Interesting data were obtained during the analysis of the gestational age with a thrombotic event, depending on the personal history of thrombosis (Figure 2).
As can be seen, the major number of thromboses in our study was in the first trimester and postpartum. In the second trimester, thrombotic events were not registered. Perhaps this fact is due to mandatory thromboprophylaxis during the first 6 weeks after delivery in patients with a history of VTEC and without thromboprophylaxis in asymptomatic women .
3. Clinical manifestation of FVL 1691 GA in pregnancy complications regardless of changes in APC resistance
The question about the possible association between FVL 1691 GA and the risk of developing pregnancy complications remains controversial up to the present, despite the fact that one of the leading links in the pathogenesis of a whole range of obstetric complications is the imbalance between fibrinogenesis and fibrinolysis at the stage of trophoblast invasion, accompanied by microthrombus formation in placental vessels, by obstructive lesions of the myometrial segments of spiral arteries, and by abnormal placental perfusion.
Most of earlier studies, aimed at the chances of pregnancy complication development depending on the candidate gene and its genotype, were retrospective, ethnically heterogeneous, and sometimes not systematized. The peculiarity of our study lies in its prospective observational character and its seven-year period. Consequently, the course and outcome of 1085 pregnancies have been analyzed.
Upon completion of the study, an outcome analysis was conducted aimed at determining a possible association between FVL 1691 GA and its clinical manifestation in:
Early reproductive loss (ERL)
Fetal growth restriction (FGR)
Preterm birth (PB)
Early reproductive loss, as it is known, is a loss (an empty embryo sac or with an embryo) with a gestational age of up to 12 weeks .
The analysis of completed pregnancies showed 33.7% (366 out of 1085) of all pregnancies in FVL 1691 GA patients, and 10.3% (186 out of 1622) in patients with normal FVL 1691 GG genotype ended with early reproductive losses (ERL) [RR 3.0; 95%CI, 2.5–4.5; р < 0.0001].
In both groups, early reproductive losses in some patients were recurrent (Figure 3). The number of patients in the study group with two ERLs was 2.5 times greater than in the control group [RR 2.5; 95%CI, 1.7–3.7; р < 0.0001], and the number of patients with three or more ERLs, that is, those suffering from recurrent miscarriage, was 4.5 times greater in the FVL 1691 GA group [RR 4.5; 95%CI, 2.3–8.6; р < 0.0001].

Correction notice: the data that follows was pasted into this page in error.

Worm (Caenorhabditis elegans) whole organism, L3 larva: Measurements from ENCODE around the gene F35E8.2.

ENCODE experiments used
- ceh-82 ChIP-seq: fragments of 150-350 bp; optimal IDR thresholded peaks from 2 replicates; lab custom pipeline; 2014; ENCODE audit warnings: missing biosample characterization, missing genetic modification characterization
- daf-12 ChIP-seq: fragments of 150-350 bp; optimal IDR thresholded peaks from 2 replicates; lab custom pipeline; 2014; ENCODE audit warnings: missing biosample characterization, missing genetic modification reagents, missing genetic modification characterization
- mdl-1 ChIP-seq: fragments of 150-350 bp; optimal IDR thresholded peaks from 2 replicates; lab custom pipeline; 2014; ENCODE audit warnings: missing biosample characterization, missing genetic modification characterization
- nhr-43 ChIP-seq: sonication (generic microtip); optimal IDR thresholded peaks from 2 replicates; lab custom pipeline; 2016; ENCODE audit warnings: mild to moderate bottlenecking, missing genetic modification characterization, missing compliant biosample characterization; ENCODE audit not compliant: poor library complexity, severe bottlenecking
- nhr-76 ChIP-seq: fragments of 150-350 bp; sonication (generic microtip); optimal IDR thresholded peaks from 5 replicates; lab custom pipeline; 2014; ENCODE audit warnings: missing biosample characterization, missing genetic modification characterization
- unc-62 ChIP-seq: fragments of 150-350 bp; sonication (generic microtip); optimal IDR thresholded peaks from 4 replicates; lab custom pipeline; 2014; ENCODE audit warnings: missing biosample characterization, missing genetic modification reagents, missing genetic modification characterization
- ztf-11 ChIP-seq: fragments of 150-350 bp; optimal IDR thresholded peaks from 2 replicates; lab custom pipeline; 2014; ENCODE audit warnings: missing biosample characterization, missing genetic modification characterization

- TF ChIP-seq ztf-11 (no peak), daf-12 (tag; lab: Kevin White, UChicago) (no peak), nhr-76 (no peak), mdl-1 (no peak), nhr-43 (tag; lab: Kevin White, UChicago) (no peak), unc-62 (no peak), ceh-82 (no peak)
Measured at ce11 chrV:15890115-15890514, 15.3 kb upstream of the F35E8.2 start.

We also determined the cause of reproductive losses in the groups (Figure 4). The proportions in spontaneous miscarriages and ectopic pregnancies were similar (p = 0.7643 and 0.24, respectively).
One in four pregnancies, 23.8% (258 out of 1085), with FVL 1691 GA ended as embryo death up to 12 weeks (70.5% of all ERL), which is nine times greater than with normal FVL 1691 GG genotype—2.6% (42 out of 1622) [RR 9.2; 95%CI, 6.8–12.6; р < 0.0001].
A more detailed analysis of non-developing pregnancies in FVL 1691 GA patients showed that in 65 cases (25.2% out of 258), pregnancy ceases to progress at a gestational age of 5–6 weeks, and in 193 cases (74.8% out of 258), pregnancy ceases to progress at a gestational age of 8–9 weeks, which contradicts previously obtained data stating that FVL 1691 GA is associated with embryo death at a gestational age of more than 14 weeks [12, 28, 29]. According to the histological investigation, anembryonic gestation was registered in 57 (22.1% out of 258) patients; in the remaining 201 (77.9% out of 258), embryo death was registered. Certainly, the knowledge of non-developing pregnancy etiology and histological evidence indicating the absence of an embryo favors a chromosomal abnormality of the embryo, but in our study, there was no karyotyping of the abortus, and therefore we cannot confirm or reject this hypothesis.
Thus, the data obtained indicate that FVL 1691 GA statistically significantly affects the cause and number of early reproductive losses. But, of course, this risk factor needs to be assessed in the context of additional predictors of reproductive ill-being in the individual.